Dante Gabriel Rossetti:
An Inventory of His Art Collection at the Harry Ransom Center
Dante Gabriel Rossetti was an English poet and painter, born in London in 1828, the son of a professor of Italian. Rossetti was a precocious, charismatic, but ill-disciplined student. He studied at King's College School, Henry Sass's Drawing Academy in Bloomsbury (starting in 1841), and finally at the Antique School of the Royal Academy, from 1845 to 1848, which he left for a brief period of study under Ford Madox Brown. Barely five months later, Rossetti left Brown and established himself in the studio of William Holman Hunt, also a Royal Academy student. Writing absorbed much of Rossetti's time, including translations of Dante, whose work was a lifelong inspiration.
With Holman Hunt and John Everett Millais, Rossetti formed the Pre-Raphaelite Brotherhood in September 1848. The group derived its name from a desire to revert to a tradition of simplicity and realism that was found in early Italian art; they aimed to achieve a high degree of fidelity in reproducing nature and detail. Rossetti devised the Brotherhood's magazine, The Germ, chiefly devoted to the nature of art, which lasted only four issues. The original Brotherhood also ceased to exist by 1852, though their style lived on.
In 1850, Rossetti painted his first subject from the works of Dante. Rossetti's enthusiasm for Dante, Robert Browning's poetry, Arthurian romance, biblical subjects, and archaic legends and medieval lore is also reflected in his imaginative watercolors of the 1850s. Rossetti's interest in Arthurian subjects was fuelled by his mentorship of William Morris and Edward Burne-Jones, who joined him in decorating the Oxford Union in 1857. As a member of Morris, Marshall, Faulkner & Co., Rossetti executed designs for stained glass. While he did not favor book illustration, his designs during this period also broadened his artistic audience.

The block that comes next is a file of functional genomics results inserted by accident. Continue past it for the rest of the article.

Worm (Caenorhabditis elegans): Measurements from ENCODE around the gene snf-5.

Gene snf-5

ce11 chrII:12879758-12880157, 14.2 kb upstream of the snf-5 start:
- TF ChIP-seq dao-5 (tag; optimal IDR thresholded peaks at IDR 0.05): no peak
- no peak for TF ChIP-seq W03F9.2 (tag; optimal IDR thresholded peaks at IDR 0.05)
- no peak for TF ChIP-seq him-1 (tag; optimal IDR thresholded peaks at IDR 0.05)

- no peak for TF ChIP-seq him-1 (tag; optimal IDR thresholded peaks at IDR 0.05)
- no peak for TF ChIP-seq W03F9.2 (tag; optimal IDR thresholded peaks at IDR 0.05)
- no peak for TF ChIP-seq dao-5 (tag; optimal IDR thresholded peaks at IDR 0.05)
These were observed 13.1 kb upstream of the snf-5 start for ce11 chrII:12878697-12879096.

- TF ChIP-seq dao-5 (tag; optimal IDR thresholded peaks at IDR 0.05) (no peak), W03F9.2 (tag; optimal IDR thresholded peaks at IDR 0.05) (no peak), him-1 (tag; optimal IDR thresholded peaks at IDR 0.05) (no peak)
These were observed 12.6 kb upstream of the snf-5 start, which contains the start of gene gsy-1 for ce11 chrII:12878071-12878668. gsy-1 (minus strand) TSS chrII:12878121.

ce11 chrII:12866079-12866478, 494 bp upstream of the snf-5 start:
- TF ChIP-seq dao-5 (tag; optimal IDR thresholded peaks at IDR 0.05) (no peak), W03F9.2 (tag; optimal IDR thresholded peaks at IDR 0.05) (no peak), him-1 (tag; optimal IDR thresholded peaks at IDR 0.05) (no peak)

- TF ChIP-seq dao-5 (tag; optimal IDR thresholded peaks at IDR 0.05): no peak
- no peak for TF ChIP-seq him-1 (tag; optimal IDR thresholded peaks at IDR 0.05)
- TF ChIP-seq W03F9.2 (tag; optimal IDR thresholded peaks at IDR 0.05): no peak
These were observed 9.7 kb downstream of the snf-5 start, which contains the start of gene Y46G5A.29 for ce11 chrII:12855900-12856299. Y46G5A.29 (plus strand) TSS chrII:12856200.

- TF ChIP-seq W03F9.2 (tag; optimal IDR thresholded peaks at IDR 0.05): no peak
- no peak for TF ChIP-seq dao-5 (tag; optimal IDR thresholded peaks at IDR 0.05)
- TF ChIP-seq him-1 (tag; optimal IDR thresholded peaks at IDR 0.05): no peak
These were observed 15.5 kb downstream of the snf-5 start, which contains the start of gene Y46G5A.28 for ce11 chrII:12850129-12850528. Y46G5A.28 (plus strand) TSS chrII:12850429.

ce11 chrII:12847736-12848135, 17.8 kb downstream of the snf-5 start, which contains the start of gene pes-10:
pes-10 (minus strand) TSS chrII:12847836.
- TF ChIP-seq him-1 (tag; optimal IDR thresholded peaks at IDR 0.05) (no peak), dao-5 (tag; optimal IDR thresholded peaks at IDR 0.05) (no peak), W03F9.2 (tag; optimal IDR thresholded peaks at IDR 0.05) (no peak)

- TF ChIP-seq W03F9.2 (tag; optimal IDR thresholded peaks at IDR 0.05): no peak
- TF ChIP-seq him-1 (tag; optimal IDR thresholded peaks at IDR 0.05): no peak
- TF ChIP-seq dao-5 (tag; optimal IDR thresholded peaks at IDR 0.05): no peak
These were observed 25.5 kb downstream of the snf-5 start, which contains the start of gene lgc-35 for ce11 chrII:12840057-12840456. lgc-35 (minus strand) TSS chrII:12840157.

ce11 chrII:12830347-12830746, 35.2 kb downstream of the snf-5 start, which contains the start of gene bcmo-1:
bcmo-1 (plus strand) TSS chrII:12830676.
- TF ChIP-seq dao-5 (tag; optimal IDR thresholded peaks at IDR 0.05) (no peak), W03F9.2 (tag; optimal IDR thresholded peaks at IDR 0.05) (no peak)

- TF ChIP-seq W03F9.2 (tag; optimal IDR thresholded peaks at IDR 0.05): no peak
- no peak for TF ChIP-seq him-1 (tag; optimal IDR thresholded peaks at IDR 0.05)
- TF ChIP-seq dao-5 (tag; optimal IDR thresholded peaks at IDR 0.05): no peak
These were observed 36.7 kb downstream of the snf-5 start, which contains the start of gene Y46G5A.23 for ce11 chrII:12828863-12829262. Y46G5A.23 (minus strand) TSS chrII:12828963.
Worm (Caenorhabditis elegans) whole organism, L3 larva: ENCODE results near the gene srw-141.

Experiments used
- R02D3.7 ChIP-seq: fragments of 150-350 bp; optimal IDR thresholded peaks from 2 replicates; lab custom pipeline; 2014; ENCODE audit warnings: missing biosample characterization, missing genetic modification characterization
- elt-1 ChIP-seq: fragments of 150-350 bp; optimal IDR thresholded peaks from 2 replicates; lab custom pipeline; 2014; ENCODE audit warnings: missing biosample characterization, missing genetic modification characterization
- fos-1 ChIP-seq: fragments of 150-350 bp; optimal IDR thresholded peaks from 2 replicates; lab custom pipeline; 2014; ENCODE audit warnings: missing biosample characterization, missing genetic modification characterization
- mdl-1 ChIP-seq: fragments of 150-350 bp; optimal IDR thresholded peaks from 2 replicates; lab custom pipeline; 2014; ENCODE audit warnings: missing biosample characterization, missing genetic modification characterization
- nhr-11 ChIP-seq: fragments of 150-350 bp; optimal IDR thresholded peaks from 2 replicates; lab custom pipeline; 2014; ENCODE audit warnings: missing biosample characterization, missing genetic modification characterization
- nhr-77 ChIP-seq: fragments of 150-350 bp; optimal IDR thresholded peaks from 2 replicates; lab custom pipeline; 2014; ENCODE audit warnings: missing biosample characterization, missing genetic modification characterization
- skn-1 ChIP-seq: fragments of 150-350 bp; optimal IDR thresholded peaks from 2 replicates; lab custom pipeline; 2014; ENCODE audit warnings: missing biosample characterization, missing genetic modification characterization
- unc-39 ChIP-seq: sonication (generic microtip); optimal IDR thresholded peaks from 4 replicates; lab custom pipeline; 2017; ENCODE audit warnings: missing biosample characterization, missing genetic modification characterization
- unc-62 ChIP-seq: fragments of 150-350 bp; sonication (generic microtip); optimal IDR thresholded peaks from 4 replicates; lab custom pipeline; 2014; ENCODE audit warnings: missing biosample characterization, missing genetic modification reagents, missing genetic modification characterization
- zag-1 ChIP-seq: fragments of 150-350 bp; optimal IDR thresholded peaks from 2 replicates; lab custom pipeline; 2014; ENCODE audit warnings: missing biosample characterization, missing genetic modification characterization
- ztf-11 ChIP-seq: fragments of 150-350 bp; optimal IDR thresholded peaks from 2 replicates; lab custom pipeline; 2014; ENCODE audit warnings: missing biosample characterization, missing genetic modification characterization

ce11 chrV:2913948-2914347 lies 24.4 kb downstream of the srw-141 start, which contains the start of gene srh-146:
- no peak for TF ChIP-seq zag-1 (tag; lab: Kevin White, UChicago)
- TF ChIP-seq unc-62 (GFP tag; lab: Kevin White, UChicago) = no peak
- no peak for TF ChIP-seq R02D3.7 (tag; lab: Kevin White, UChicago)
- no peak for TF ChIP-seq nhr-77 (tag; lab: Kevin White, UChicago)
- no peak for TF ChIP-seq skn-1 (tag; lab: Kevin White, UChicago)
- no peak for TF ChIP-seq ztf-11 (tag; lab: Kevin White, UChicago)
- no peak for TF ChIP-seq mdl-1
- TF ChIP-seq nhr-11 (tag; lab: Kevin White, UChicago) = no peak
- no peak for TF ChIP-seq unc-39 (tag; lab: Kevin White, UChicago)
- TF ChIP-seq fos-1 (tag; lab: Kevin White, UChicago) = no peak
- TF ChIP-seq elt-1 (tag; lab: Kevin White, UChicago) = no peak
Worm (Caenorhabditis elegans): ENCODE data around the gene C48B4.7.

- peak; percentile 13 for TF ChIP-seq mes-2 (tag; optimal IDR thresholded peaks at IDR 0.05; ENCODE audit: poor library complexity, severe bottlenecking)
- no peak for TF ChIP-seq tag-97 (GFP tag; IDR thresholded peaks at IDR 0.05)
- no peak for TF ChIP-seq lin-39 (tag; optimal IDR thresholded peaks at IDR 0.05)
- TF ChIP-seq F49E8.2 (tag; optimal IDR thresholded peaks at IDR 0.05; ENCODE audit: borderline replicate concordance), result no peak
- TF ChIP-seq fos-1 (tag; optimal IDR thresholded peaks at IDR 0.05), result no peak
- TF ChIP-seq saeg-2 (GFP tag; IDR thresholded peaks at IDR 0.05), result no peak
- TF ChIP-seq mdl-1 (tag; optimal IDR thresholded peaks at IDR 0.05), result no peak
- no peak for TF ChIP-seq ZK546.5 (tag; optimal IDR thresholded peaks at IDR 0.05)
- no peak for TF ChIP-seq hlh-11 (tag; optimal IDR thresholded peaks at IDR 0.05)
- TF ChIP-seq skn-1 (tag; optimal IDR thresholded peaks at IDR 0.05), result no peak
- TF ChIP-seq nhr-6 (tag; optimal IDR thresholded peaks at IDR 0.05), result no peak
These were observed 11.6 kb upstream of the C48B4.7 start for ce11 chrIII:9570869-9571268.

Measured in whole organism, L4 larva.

In 1859, Rossetti abandoned Pre-Raphaelite principles to paint Bocca baciata, a bust portrait of his mistress Fanny Cornforth, which became a prototype for many of his popular later paintings featuring beautiful women in exotic surroundings under fanciful titles. After the suicide of his wife and pupil Elizabeth Siddal in 1862, he lived in great style, with a menagerie of animals, in Cheyne Walk. From 1868 until the mid-1870s, Rossetti conducted an affair with Jane Burden, the wife of William Morris, which, along with harsh criticism of his poetry, may have contributed to Rossetti's 1872 suicide attempt and subsequent depression and paranoia. Jane Morris remained his principal muse until his death in 1882.
The Dante Gabriel Rossetti Art Collection consists of pastel drawings, ink drawings, and a plaster death mask of Rossetti by Brucciani. Some of the pieces are studies for later works, including the drawings for the stained glass of St. George and the Dragon executed by William Morris. All of the works date to the late 1800s.
The Collection is divided into two series, Works by Rossetti and Works by Others. The works are listed by medium and chronologically by date. Titles are transcribed from the items; cataloger's titles appear in brackets.
Open for research. A minimum of twenty-four hours is required to pull art materials to the Reading Room.
Gift (G2767) and purchases (R275, R2767, R3847), 1960-1967
Lauren Algee, 2010